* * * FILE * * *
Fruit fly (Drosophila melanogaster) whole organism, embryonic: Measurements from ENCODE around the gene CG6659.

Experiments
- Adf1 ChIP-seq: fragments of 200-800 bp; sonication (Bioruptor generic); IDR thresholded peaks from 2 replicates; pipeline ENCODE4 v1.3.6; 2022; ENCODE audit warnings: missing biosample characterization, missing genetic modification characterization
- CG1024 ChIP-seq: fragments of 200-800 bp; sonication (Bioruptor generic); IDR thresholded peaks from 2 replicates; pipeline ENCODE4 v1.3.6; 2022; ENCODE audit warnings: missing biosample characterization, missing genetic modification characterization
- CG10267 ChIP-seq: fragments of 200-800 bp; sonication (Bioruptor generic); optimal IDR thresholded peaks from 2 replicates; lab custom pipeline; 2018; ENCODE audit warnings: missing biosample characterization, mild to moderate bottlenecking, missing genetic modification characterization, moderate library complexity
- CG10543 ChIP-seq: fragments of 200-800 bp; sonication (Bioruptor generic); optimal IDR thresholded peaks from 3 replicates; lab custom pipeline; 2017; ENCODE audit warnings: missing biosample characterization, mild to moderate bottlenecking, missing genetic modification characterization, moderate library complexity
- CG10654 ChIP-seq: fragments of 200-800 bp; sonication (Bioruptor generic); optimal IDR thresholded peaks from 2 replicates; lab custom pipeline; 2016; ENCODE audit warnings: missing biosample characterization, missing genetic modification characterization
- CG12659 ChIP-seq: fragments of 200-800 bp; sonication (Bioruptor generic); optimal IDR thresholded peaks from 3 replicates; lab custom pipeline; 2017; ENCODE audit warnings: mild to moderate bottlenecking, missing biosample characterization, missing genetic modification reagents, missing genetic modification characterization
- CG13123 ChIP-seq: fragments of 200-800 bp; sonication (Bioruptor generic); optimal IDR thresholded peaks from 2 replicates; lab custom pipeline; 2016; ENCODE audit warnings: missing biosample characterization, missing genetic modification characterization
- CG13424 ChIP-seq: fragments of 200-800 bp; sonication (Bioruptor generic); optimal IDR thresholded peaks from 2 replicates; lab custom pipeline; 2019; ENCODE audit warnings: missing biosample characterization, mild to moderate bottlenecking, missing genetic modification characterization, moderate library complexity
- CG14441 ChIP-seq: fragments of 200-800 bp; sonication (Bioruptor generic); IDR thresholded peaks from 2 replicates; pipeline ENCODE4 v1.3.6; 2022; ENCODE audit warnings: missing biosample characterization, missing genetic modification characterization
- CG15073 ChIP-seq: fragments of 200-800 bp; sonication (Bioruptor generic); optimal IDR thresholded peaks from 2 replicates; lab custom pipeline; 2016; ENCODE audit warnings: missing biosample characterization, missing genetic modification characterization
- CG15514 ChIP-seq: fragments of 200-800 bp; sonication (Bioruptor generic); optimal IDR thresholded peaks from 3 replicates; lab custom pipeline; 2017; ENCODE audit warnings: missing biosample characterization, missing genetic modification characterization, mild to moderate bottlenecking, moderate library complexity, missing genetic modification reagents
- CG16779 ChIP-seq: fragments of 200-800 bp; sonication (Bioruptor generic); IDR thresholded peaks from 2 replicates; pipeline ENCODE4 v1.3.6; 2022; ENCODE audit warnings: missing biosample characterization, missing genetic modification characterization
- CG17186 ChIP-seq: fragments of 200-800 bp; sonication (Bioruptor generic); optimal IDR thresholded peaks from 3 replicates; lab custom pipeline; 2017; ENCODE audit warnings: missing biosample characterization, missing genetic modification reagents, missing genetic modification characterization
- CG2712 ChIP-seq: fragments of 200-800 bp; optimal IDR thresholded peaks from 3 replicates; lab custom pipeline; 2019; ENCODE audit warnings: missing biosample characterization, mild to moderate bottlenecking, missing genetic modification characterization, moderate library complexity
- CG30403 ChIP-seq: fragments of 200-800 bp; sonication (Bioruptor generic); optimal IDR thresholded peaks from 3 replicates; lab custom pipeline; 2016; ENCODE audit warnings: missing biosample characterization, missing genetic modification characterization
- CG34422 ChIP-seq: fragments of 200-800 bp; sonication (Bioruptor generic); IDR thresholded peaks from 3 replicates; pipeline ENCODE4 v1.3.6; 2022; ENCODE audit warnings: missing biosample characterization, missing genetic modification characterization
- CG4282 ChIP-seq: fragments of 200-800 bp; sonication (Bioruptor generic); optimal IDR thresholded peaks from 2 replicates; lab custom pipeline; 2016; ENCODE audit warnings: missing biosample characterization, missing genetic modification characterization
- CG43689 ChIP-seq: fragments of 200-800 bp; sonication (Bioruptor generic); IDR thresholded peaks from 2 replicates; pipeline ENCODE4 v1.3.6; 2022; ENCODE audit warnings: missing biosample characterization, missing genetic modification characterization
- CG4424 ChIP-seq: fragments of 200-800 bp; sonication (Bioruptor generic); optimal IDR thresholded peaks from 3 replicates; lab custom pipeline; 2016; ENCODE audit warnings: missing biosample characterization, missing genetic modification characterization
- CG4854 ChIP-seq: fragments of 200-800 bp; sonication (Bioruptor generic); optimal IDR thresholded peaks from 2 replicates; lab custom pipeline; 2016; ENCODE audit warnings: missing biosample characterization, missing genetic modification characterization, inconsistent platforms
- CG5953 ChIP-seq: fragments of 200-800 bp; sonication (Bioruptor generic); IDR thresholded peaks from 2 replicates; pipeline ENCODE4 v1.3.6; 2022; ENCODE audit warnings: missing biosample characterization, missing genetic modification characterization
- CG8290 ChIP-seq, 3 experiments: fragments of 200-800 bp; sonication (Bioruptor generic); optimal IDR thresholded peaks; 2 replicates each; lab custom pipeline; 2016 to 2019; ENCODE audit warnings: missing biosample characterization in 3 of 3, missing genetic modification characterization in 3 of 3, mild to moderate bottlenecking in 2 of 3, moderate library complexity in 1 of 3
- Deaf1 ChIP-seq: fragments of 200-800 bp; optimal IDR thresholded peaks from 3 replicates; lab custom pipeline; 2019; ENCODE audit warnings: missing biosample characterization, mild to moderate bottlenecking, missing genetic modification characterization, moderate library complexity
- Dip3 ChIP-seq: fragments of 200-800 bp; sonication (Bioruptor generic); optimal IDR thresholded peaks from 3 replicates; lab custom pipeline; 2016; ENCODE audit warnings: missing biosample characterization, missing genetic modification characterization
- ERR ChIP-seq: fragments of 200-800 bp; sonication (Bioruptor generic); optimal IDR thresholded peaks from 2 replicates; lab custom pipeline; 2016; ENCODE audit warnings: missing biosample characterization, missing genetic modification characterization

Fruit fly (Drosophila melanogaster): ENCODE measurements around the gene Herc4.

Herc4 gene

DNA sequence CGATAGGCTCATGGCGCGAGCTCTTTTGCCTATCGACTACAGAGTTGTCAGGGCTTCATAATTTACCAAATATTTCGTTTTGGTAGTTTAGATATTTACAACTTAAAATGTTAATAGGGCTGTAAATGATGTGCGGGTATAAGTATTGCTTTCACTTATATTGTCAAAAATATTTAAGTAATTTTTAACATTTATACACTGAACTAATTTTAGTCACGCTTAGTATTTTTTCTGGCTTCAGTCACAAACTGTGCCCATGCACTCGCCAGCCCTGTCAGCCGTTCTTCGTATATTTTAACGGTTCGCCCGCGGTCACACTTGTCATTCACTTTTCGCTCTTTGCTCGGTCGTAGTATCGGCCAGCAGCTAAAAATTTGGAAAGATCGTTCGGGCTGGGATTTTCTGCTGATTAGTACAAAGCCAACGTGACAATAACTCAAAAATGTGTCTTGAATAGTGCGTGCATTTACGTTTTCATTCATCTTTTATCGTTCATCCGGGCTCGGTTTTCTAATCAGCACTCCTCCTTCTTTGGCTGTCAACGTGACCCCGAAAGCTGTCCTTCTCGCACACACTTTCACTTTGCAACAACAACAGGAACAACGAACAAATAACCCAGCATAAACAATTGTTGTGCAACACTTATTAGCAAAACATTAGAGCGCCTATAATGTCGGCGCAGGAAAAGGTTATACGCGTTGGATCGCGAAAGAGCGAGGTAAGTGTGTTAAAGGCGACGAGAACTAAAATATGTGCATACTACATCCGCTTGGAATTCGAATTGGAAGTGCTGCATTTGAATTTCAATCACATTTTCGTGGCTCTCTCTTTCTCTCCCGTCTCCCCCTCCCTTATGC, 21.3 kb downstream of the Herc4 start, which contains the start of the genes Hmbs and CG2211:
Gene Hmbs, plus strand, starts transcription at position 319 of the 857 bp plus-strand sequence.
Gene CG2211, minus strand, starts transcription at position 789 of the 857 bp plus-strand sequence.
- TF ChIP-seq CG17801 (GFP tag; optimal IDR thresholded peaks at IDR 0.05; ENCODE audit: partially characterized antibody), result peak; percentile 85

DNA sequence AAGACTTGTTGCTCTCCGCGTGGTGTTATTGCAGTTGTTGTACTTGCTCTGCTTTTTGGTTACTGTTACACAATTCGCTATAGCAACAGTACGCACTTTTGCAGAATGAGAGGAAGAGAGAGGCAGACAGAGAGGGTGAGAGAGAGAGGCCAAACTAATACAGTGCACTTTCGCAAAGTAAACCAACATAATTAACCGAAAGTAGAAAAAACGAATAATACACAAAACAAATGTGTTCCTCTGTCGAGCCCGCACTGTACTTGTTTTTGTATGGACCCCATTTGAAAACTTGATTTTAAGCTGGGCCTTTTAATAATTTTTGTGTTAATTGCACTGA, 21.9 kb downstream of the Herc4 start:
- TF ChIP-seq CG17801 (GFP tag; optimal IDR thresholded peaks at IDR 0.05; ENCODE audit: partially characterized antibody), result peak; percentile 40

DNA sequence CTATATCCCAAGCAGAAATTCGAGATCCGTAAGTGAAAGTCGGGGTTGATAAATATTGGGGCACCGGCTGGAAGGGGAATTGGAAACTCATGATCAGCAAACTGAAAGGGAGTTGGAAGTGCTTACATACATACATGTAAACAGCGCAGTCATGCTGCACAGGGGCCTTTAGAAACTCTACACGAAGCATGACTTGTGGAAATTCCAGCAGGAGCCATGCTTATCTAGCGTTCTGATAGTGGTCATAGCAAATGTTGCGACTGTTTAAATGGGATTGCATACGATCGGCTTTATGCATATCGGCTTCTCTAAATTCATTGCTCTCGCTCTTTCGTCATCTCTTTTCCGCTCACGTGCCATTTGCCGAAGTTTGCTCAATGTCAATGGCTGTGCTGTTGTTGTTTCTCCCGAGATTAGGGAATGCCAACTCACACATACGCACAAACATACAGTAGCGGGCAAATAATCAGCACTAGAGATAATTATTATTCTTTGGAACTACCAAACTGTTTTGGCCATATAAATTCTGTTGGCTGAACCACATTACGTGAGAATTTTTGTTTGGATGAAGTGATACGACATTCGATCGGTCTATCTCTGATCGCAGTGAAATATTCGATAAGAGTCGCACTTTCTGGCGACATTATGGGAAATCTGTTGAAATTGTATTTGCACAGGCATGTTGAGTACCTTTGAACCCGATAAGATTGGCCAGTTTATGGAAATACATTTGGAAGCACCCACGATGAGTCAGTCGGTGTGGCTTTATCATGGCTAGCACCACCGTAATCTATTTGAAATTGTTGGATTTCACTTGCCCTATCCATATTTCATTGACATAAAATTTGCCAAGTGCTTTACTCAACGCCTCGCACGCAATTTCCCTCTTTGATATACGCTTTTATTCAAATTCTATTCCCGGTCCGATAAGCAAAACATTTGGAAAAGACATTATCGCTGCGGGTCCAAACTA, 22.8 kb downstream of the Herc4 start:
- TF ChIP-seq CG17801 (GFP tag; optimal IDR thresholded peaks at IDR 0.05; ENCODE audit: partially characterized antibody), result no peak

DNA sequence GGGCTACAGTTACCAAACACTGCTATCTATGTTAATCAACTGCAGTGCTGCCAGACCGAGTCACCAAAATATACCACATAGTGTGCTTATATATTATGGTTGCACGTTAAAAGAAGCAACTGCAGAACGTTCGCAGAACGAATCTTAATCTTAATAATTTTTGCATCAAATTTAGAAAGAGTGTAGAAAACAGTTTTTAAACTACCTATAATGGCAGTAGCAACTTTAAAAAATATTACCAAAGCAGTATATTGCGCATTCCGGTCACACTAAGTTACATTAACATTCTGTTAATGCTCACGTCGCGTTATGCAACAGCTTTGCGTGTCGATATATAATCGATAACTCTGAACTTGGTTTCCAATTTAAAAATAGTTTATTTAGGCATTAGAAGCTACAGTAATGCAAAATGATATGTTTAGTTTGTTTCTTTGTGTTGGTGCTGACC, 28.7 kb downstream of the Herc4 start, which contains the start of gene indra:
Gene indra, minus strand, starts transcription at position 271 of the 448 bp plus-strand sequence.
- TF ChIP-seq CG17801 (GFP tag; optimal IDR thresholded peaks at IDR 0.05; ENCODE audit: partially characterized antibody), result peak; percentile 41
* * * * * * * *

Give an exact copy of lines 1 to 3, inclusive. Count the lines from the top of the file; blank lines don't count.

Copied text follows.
Fruit fly (Drosophila melanogaster) whole organism, embryonic: Measurements from ENCODE around the gene CG6659.

Experiments
- Adf1 ChIP-seq: fragments of 200-800 bp; sonication (Bioruptor generic); IDR thresholded peaks from 2 replicates; pipeline ENCODE4 v1.3.6; 2022; ENCODE audit warnings: missing biosample characterization, missing genetic modification characterization